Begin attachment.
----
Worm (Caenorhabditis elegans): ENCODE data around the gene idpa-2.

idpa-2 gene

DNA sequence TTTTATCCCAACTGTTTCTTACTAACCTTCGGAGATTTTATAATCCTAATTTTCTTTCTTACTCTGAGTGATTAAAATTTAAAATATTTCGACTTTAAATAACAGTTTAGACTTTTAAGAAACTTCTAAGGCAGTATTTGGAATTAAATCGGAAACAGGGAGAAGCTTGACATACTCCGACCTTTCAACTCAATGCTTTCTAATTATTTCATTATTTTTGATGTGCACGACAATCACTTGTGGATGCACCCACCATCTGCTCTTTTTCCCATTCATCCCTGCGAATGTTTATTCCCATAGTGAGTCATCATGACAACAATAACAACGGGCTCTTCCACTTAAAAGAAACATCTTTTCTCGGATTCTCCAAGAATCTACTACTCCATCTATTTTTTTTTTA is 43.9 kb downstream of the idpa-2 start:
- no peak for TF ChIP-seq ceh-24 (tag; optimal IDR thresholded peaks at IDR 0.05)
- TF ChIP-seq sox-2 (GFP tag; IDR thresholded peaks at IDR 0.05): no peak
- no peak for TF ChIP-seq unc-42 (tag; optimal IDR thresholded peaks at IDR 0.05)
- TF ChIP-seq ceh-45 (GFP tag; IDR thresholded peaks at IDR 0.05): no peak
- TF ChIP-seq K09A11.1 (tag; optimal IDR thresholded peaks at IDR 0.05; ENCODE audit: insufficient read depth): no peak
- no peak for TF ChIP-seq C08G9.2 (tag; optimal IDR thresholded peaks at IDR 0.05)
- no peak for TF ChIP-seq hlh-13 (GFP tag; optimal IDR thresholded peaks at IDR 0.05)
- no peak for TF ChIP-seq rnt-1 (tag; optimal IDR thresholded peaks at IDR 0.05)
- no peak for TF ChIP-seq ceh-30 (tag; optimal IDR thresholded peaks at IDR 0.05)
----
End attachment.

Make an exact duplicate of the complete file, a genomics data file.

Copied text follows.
Worm (Caenorhabditis elegans): ENCODE data around the gene idpa-2.

idpa-2 gene

DNA sequence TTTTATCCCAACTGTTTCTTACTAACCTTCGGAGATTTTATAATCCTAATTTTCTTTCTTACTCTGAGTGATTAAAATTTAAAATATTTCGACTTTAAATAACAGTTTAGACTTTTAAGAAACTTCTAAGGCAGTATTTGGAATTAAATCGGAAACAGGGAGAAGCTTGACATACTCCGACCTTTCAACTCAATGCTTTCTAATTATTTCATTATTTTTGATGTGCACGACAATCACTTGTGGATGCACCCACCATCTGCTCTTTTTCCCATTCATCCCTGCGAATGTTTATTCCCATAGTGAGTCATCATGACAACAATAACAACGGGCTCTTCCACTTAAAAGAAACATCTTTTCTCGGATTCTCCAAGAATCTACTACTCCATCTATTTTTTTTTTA is 43.9 kb downstream of the idpa-2 start:
- no peak for TF ChIP-seq ceh-24 (tag; optimal IDR thresholded peaks at IDR 0.05)
- TF ChIP-seq sox-2 (GFP tag; IDR thresholded peaks at IDR 0.05): no peak
- no peak for TF ChIP-seq unc-42 (tag; optimal IDR thresholded peaks at IDR 0.05)
- TF ChIP-seq ceh-45 (GFP tag; IDR thresholded peaks at IDR 0.05): no peak
- TF ChIP-seq K09A11.1 (tag; optimal IDR thresholded peaks at IDR 0.05; ENCODE audit: insufficient read depth): no peak
- no peak for TF ChIP-seq C08G9.2 (tag; optimal IDR thresholded peaks at IDR 0.05)
- no peak for TF ChIP-seq hlh-13 (GFP tag; optimal IDR thresholded peaks at IDR 0.05)
- no peak for TF ChIP-seq rnt-1 (tag; optimal IDR thresholded peaks at IDR 0.05)
- no peak for TF ChIP-seq ceh-30 (tag; optimal IDR thresholded peaks at IDR 0.05)